over in a soothing way as the dog takes in deep scents.

The big day :

On the big day, have mom walk in without baby (they'll miss her and possibly
be too excited for her to hold the baby safely). Dad comes in a couple
minutes later with the new family member.

The most crucial part : how you react to the mingling. If you behave in a
panicked way and push the dog away from the baby, there's the potential for
the dog making an immediate association that something is very much alive,
very much real, and too good for the dog to be involved with. Instead,
stroke the dog and coo gently with praise as the dog "checks in with" the
baby. Let the dog know that it has a job (i.e. to take care of the baby by
checking in frequently, showing concern and love). Doing otherwise could be
the beginning of big problems. No licking on the face, but the top of the
head and the rest of the body is fine.

The first few days of the newborn's life might seem like the least likely
time for you to take the dog down the street for a walk, but it is
super-important that you erase all possibility that the dog make the
association of the baby's arrival with a degree of compromised attention. It
might not be a long walk, but it *needs* to happen and it needs to be
genuine and intimate (as does your other interaction during the day). These
walks need to be consistent for the first several days. I realize that this
is the least convenient time in the world, but think of it this way : if you
don't pay now, you just might pay later. Trust me, it's worth it. It goes
without saying that this is a daddy job, not a mommy job.

In the long run, what you're looking for isn't unbridled love, exuberance,
and loads of unabated enthusiasm from the dog. This would be an unrealistic
expectation --- not to mention dangerous for the baby. Instead, you are
looking for anything within the spectrum of indifference and concern for the
baby's welfare. (The dog should be given the option of showing no particular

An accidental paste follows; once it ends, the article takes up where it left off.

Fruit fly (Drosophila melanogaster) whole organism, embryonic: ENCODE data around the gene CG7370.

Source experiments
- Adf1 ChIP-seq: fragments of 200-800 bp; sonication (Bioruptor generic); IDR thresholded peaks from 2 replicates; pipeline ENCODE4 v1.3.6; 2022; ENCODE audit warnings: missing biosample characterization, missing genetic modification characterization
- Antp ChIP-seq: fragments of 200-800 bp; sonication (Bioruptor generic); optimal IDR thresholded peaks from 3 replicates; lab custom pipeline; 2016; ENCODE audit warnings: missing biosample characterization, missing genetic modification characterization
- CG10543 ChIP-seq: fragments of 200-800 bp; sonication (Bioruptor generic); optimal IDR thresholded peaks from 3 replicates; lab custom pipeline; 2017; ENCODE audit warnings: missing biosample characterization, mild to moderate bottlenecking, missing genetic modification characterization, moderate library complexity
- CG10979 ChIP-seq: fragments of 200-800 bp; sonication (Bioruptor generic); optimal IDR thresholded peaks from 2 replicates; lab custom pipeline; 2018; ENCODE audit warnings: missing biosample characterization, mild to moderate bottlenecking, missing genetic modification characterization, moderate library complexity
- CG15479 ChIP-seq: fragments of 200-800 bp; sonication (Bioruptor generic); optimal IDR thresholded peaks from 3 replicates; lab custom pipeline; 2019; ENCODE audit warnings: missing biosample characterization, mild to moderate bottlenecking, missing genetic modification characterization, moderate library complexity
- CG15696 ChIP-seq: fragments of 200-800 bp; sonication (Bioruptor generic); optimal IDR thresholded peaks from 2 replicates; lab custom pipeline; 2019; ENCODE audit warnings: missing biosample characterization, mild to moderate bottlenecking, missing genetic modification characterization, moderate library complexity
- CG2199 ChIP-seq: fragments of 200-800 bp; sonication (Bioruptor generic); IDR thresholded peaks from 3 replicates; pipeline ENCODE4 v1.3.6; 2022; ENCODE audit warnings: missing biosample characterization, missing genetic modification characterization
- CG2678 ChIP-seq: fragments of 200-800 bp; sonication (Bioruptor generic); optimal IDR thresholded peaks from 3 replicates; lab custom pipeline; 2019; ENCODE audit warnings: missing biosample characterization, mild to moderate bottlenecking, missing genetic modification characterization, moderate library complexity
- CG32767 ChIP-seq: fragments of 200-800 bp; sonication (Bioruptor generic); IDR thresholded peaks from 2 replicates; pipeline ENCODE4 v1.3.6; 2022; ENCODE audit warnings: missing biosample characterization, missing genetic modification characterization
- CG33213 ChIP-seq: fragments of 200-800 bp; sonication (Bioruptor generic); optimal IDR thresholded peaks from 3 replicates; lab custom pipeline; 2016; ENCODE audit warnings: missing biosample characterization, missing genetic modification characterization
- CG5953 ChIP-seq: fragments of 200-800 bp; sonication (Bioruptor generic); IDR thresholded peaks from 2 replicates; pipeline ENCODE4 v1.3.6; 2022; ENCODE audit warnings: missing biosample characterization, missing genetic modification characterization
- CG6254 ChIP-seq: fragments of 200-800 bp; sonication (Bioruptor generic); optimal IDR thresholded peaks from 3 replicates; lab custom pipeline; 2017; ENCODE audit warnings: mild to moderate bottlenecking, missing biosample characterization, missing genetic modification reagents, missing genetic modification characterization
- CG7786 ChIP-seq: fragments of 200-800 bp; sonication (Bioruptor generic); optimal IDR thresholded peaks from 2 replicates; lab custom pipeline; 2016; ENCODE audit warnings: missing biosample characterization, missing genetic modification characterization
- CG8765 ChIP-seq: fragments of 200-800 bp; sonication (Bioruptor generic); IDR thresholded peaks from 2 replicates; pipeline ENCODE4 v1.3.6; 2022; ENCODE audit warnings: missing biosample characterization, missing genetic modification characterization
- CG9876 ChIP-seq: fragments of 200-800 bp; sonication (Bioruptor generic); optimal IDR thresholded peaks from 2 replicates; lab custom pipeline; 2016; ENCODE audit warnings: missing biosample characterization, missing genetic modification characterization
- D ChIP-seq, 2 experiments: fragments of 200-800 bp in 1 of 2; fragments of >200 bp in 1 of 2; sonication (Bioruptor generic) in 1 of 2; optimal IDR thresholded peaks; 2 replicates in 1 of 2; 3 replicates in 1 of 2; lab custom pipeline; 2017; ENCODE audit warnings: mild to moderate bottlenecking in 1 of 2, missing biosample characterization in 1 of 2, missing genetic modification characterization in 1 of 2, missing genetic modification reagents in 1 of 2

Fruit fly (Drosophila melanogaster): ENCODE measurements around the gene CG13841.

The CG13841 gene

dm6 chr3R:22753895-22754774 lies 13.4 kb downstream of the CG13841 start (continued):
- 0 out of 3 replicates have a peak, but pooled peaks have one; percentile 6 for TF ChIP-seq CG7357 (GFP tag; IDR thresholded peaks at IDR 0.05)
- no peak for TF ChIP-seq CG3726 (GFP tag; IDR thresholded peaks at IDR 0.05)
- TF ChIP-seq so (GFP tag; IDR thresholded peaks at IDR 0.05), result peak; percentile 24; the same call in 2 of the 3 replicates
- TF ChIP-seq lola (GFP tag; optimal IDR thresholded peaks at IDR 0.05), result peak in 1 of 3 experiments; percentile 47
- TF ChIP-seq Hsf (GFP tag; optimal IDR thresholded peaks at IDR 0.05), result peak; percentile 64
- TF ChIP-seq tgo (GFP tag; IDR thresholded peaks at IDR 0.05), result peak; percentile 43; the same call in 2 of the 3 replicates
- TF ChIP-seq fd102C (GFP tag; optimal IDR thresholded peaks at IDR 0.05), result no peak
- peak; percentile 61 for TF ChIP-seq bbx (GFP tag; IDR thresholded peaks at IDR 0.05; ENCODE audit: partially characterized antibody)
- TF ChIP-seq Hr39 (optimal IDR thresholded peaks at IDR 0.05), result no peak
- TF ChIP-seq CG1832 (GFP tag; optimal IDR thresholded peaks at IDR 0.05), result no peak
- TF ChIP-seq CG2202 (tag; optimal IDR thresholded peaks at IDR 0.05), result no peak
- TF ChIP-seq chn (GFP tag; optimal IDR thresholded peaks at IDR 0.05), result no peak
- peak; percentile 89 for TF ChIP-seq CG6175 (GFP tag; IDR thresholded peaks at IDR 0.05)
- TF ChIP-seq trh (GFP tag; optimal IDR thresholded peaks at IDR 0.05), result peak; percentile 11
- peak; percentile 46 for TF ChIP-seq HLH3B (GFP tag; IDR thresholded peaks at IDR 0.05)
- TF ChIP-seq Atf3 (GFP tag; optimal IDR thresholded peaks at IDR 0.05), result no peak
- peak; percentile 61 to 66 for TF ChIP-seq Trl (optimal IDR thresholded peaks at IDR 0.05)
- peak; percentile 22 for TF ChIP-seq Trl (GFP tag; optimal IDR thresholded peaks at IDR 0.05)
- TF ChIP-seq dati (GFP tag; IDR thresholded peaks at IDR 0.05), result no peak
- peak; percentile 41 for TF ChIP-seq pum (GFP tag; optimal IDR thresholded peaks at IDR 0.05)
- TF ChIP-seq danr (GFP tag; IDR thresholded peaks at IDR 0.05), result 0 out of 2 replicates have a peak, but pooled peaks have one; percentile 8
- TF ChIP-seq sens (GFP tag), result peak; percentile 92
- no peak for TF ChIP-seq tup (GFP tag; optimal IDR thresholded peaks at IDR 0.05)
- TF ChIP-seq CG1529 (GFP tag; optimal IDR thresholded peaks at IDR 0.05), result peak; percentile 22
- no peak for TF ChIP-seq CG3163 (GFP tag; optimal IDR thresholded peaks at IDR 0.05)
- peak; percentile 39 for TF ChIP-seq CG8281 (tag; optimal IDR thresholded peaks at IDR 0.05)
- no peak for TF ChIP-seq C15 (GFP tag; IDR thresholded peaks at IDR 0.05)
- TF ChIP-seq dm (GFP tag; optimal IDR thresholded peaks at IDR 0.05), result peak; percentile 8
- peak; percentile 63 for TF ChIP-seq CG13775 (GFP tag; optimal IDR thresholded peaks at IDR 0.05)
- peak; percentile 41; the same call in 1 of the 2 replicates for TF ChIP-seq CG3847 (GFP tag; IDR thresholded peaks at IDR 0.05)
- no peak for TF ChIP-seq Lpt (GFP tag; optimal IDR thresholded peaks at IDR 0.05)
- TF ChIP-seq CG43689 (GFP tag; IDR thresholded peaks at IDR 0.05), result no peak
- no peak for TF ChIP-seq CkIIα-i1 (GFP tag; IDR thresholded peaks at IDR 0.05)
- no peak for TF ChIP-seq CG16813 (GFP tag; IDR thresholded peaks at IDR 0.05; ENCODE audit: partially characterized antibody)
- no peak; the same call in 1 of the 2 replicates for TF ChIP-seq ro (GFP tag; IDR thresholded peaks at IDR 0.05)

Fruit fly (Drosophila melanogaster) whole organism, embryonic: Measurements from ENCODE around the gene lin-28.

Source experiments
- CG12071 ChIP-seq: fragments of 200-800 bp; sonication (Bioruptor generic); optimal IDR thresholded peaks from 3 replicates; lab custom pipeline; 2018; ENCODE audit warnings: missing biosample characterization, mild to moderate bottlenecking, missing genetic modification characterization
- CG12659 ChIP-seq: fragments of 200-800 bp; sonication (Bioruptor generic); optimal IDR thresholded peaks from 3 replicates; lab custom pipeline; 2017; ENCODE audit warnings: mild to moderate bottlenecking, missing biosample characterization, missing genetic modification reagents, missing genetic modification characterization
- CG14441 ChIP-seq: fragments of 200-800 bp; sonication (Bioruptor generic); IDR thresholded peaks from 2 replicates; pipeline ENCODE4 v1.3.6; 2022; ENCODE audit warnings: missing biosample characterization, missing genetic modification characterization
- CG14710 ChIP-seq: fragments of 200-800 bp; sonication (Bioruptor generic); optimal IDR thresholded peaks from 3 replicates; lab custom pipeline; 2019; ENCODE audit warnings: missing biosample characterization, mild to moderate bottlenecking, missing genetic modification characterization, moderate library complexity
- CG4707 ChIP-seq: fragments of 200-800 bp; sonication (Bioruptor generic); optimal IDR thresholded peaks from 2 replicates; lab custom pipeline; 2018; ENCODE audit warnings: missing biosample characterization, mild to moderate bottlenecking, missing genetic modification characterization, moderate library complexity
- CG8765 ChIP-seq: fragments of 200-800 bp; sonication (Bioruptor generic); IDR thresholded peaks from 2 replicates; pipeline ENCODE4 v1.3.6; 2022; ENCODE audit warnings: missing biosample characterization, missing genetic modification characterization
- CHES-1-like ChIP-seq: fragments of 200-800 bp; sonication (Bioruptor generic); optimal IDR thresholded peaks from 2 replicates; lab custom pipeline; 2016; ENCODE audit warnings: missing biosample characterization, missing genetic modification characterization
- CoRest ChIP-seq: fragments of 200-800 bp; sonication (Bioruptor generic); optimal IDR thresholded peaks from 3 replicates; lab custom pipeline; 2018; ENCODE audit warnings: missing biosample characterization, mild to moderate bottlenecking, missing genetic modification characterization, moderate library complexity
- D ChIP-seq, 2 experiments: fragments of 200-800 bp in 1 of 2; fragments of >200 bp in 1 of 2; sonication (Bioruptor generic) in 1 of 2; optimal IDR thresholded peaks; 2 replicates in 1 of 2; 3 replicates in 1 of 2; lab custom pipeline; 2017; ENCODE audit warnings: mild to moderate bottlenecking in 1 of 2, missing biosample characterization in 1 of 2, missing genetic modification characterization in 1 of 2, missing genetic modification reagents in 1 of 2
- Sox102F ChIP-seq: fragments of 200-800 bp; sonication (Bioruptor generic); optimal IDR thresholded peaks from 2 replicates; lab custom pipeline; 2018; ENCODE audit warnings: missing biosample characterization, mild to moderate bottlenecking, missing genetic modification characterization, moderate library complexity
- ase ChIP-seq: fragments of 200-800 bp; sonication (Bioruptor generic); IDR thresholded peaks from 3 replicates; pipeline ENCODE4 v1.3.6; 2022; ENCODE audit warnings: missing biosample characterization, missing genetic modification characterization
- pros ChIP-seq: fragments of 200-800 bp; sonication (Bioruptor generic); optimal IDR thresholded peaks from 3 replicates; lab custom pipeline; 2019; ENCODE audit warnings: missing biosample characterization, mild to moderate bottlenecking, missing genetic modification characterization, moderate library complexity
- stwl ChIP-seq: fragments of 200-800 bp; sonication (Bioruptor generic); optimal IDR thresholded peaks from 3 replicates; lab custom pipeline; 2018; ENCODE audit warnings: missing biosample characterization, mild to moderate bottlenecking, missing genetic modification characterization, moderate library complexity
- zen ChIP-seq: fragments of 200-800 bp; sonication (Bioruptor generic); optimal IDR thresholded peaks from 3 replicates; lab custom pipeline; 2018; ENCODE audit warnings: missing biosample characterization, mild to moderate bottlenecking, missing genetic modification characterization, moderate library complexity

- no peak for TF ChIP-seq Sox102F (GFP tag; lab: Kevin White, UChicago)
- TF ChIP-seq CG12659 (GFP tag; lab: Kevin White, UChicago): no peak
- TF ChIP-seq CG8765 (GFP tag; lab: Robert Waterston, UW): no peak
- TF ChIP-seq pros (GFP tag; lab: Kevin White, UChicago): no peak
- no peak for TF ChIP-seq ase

attachment. That can be developed later).

One last word on "quality time". It wasn't until 8 or 9 days after my baby's
birth that I realized an odd thing. Whereas before the birth, I would never
go by one of my dogs without making an intentional step in their direction
and being lovey-dovey with them (even if just for a few seconds), I caught
myself passing them as if they were invisible after the birth. I would step
over them to get where I was going, or just walk around them. As
insignificant as that may seem, I think it triggered a concern on their part
that I was still willing to walk them, be with them, etc., but that my
attention was no longer of a very high quality. Don't let this happen to you
and your dogs! Your dog needs your time, but he's smart enough to know where
your heart really lies. Think back on all the times when your dog has made
you feel more complete, more assured about life, etc. The least you can do
at this stage is to let the dog know that his quality of life will remain
high and constant. And if that isn't enough motivation to do the right
thing, go back and read http://www.hsyc.org/HowCouldYou.htm .

It's all a lot of work, but the harmony and love that your baby and dogs
will share makes the whole process pay for itself quickly.

-- Hany
Visit Kiambu, Nina, and Kasha's World